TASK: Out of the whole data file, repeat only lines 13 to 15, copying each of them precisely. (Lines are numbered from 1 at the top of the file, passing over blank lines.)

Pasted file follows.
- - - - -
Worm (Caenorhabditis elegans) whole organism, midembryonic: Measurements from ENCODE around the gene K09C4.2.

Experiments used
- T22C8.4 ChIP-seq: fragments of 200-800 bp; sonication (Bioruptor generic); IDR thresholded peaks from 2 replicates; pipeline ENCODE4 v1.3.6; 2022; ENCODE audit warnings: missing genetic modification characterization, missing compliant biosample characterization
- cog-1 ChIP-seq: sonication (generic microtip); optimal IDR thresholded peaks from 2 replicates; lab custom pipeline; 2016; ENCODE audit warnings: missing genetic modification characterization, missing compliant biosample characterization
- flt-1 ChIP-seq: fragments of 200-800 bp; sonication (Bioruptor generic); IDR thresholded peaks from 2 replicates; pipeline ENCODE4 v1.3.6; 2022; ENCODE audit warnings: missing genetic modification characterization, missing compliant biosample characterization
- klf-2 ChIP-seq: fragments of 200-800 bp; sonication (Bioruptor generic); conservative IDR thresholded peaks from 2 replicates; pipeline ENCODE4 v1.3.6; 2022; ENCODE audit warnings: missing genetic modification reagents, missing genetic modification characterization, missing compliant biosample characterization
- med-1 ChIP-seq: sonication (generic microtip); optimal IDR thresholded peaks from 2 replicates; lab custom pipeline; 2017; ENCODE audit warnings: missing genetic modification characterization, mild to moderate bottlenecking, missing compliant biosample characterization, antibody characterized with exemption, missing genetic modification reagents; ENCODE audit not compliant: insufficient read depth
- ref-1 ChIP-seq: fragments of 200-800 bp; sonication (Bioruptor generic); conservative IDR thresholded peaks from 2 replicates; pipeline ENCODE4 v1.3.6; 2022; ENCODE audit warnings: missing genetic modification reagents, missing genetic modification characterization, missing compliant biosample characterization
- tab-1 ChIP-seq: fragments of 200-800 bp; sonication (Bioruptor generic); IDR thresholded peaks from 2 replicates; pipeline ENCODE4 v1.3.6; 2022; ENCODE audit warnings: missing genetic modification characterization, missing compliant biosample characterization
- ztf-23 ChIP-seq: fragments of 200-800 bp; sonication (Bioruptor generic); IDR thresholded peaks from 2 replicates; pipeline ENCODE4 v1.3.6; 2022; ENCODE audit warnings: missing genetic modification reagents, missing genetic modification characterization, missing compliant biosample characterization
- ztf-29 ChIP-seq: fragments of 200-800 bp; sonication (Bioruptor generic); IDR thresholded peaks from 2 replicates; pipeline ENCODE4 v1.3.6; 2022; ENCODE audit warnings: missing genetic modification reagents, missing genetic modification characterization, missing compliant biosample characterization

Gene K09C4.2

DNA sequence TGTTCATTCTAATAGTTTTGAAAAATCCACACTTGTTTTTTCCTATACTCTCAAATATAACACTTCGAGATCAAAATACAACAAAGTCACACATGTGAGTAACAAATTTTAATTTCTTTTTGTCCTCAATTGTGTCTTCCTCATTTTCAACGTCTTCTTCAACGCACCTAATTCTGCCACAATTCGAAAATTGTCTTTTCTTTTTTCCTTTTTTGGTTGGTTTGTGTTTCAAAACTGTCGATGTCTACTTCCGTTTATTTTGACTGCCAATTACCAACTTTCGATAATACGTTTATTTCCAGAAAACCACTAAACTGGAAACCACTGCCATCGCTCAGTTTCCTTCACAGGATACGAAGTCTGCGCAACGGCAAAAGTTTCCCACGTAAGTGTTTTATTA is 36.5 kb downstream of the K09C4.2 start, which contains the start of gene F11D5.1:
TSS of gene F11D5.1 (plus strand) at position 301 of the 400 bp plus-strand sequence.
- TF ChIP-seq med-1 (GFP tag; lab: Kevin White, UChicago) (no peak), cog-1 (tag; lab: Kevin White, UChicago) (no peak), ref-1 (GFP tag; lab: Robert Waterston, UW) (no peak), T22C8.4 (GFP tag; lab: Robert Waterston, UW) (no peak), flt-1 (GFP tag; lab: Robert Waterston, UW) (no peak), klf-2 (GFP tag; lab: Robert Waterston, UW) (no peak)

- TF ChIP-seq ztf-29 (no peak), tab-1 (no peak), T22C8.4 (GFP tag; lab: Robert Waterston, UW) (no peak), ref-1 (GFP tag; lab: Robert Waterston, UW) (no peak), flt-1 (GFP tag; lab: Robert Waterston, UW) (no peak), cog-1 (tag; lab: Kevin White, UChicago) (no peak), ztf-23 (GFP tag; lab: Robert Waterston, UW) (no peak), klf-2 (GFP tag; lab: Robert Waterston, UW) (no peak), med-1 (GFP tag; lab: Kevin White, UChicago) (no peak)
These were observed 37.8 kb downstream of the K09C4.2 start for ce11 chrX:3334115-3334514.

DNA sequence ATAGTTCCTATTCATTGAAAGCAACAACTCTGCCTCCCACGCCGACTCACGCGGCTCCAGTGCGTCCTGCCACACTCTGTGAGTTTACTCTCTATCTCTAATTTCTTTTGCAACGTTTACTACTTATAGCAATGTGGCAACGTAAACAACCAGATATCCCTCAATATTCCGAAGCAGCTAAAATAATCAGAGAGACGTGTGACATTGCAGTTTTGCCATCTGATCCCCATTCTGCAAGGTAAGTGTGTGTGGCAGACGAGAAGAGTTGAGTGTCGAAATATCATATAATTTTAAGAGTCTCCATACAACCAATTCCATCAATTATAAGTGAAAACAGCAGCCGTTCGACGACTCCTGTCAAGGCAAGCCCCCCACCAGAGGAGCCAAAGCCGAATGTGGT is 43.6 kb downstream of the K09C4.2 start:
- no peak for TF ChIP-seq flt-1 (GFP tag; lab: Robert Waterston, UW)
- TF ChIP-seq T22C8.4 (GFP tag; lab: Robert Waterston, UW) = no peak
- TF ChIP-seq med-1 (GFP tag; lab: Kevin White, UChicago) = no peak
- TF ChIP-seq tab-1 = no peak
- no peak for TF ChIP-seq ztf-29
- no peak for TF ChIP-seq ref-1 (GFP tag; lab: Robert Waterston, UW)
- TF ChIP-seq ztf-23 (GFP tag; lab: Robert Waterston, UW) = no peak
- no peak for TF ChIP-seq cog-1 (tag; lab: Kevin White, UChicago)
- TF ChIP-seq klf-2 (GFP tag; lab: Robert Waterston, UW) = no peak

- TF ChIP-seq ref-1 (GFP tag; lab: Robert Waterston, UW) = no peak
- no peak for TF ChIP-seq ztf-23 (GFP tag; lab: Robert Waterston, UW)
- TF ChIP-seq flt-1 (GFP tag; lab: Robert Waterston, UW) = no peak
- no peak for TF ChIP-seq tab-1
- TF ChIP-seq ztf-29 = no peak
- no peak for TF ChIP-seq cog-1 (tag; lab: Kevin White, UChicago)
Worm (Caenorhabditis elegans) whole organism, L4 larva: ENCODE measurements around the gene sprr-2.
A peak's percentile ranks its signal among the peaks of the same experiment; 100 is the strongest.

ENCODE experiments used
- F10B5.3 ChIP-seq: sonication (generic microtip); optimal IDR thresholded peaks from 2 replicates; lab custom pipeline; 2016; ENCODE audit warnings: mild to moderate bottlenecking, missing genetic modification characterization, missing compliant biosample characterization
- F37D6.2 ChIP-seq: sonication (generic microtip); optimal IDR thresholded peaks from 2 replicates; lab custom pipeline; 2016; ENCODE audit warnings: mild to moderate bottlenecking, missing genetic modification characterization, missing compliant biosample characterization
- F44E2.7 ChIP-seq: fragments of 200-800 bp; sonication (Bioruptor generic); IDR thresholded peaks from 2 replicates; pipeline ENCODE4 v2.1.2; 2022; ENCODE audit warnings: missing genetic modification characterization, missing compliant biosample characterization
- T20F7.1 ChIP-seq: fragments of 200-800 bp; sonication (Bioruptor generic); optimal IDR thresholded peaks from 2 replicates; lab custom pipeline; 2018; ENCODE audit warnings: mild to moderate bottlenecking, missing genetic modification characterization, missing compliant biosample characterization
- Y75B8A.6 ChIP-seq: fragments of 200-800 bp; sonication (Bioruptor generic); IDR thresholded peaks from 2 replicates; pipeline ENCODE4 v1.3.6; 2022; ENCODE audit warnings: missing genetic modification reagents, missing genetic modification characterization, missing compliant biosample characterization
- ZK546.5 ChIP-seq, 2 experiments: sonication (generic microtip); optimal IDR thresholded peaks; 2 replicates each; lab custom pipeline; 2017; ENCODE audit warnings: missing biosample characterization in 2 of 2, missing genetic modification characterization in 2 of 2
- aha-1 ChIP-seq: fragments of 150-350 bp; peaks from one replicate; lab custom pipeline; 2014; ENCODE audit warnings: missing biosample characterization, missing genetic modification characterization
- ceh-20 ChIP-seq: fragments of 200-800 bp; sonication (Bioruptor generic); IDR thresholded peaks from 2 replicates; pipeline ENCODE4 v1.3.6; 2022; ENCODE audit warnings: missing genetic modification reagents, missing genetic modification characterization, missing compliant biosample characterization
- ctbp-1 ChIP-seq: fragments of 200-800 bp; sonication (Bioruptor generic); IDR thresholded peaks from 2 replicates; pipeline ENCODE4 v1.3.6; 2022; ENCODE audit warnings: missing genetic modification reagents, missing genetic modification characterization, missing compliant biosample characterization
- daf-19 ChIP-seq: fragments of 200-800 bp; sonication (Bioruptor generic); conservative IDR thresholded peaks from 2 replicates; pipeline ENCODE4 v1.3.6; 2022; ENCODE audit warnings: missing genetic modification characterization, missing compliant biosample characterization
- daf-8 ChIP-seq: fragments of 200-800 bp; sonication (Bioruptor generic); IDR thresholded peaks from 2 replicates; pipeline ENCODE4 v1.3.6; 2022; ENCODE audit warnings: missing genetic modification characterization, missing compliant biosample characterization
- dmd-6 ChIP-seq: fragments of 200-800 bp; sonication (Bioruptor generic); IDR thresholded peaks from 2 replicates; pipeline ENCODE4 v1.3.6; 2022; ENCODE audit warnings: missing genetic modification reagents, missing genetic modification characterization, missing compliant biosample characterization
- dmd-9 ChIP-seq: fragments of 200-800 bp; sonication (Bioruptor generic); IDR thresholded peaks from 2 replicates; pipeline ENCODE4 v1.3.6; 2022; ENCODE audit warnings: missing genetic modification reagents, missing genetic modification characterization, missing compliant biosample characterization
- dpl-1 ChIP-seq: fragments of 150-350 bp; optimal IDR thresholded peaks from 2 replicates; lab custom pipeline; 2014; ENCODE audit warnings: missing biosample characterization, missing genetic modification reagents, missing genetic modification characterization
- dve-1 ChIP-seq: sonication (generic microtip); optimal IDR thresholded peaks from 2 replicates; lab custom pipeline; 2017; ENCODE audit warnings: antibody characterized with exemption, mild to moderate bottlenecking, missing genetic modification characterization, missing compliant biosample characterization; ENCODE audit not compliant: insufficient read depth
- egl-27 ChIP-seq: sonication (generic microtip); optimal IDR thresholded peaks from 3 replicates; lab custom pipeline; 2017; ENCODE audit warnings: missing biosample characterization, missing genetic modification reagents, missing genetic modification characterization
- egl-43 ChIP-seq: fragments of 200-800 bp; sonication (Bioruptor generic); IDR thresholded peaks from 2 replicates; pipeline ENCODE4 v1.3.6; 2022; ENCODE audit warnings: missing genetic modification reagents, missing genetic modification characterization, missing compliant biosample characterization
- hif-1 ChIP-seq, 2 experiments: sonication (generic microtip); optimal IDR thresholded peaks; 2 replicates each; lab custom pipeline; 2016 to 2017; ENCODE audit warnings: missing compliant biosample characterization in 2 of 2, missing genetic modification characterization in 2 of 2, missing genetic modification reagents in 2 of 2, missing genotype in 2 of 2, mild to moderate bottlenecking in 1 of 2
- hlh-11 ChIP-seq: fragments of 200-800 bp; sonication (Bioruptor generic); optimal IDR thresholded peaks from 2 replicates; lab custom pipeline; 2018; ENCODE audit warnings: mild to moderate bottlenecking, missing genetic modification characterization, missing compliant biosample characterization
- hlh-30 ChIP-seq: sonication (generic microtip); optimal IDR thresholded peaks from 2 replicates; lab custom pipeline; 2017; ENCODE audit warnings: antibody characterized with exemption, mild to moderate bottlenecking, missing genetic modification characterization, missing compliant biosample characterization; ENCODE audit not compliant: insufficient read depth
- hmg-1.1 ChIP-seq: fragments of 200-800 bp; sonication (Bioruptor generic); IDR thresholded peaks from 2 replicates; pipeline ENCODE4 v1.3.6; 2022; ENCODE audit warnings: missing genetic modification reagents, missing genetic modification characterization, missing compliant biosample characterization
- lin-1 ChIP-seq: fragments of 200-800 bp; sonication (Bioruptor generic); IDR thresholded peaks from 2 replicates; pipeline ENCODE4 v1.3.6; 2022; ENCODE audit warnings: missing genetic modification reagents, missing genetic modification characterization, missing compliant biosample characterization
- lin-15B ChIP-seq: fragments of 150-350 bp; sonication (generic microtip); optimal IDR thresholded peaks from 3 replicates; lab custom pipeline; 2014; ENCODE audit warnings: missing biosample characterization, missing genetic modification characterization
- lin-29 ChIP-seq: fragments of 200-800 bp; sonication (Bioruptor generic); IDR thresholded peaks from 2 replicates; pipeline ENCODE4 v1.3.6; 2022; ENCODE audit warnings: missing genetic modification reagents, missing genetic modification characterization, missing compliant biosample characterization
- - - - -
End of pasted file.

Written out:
DNA sequence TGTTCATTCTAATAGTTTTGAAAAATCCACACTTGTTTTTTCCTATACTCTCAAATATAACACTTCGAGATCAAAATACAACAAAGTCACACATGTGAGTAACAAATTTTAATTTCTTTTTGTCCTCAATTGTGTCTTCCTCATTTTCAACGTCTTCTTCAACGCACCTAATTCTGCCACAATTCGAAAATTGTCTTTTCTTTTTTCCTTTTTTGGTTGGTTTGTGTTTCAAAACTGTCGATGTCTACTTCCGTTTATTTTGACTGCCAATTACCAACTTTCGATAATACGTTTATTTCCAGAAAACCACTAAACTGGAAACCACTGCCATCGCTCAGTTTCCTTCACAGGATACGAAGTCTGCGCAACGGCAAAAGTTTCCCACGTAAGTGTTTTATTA is 36.5 kb downstream of the K09C4.2 start, which contains the start of gene F11D5.1:
TSS of gene F11D5.1 (plus strand) at position 301 of the 400 bp plus-strand sequence.
- TF ChIP-seq med-1 (GFP tag; lab: Kevin White, UChicago) (no peak), cog-1 (tag; lab: Kevin White, UChicago) (no peak), ref-1 (GFP tag; lab: Robert Waterston, UW) (no peak), T22C8.4 (GFP tag; lab: Robert Waterston, UW) (no peak), flt-1 (GFP tag; lab: Robert Waterston, UW) (no peak), klf-2 (GFP tag; lab: Robert Waterston, UW) (no peak)